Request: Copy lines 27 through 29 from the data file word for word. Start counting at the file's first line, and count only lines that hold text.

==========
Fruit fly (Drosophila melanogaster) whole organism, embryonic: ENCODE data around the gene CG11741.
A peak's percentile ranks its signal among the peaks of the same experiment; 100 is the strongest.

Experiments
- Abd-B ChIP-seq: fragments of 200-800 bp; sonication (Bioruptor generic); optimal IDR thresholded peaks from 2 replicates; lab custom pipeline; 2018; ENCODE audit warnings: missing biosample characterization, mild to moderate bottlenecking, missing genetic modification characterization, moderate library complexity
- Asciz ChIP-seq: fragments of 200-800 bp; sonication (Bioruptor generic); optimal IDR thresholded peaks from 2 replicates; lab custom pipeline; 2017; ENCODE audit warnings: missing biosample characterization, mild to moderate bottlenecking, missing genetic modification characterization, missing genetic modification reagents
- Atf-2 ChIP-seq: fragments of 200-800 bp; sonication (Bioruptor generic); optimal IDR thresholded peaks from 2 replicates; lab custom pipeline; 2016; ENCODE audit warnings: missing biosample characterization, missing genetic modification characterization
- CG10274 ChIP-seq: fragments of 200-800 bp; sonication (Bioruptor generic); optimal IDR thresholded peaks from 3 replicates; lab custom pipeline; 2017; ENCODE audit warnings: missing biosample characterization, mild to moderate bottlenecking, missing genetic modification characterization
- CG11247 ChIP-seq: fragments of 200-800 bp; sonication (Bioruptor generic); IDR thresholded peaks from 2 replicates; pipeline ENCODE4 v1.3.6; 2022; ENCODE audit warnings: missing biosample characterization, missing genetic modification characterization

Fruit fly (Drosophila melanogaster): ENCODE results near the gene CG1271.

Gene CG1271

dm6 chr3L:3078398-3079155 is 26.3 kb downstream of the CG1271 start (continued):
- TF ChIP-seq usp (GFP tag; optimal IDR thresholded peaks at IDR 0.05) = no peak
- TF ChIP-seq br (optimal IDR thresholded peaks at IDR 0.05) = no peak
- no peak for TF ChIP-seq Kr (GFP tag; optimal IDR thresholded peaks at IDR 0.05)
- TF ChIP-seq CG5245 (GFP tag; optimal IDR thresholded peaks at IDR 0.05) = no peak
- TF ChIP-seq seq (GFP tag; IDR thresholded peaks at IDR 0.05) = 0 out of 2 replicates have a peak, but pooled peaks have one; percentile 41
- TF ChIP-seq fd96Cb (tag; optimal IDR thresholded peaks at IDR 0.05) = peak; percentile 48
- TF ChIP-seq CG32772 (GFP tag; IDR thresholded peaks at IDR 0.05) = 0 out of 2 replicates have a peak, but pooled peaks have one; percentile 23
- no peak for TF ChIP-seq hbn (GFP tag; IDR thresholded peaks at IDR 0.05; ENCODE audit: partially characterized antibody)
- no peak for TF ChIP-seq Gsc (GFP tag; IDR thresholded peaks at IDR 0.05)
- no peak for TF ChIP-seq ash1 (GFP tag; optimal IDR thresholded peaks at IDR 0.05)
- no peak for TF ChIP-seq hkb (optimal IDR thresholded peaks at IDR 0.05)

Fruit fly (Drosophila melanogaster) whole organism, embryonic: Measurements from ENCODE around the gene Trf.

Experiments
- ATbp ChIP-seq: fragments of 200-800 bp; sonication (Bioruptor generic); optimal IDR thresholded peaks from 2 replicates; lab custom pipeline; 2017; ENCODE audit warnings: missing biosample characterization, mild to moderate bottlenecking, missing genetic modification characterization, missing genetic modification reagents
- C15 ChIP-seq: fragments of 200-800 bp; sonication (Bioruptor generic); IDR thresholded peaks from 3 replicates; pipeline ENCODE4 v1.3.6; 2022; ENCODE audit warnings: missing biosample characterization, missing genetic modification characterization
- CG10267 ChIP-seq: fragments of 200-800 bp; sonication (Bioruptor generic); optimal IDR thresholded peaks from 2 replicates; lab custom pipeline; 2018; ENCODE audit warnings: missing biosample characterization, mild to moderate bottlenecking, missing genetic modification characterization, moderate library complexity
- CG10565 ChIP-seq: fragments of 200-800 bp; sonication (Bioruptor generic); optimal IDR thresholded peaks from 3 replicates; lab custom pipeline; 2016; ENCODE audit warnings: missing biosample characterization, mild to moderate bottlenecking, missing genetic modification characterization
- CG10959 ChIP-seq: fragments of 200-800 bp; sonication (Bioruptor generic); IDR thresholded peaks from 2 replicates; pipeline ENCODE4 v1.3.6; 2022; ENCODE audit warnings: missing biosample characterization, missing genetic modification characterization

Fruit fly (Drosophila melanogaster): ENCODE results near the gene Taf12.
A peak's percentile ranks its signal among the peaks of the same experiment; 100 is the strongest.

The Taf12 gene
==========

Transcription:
- CG10267 ChIP-seq: fragments of 200-800 bp; sonication (Bioruptor generic); optimal IDR thresholded peaks from 2 replicates; lab custom pipeline; 2018; ENCODE audit warnings: missing biosample characterization, mild to moderate bottlenecking, missing genetic modification characterization, moderate library complexity
- CG10565 ChIP-seq: fragments of 200-800 bp; sonication (Bioruptor generic); optimal IDR thresholded peaks from 3 replicates; lab custom pipeline; 2016; ENCODE audit warnings: missing biosample characterization, mild to moderate bottlenecking, missing genetic modification characterization
- CG10959 ChIP-seq: fragments of 200-800 bp; sonication (Bioruptor generic); IDR thresholded peaks from 2 replicates; pipeline ENCODE4 v1.3.6; 2022; ENCODE audit warnings: missing biosample characterization, missing genetic modification characterization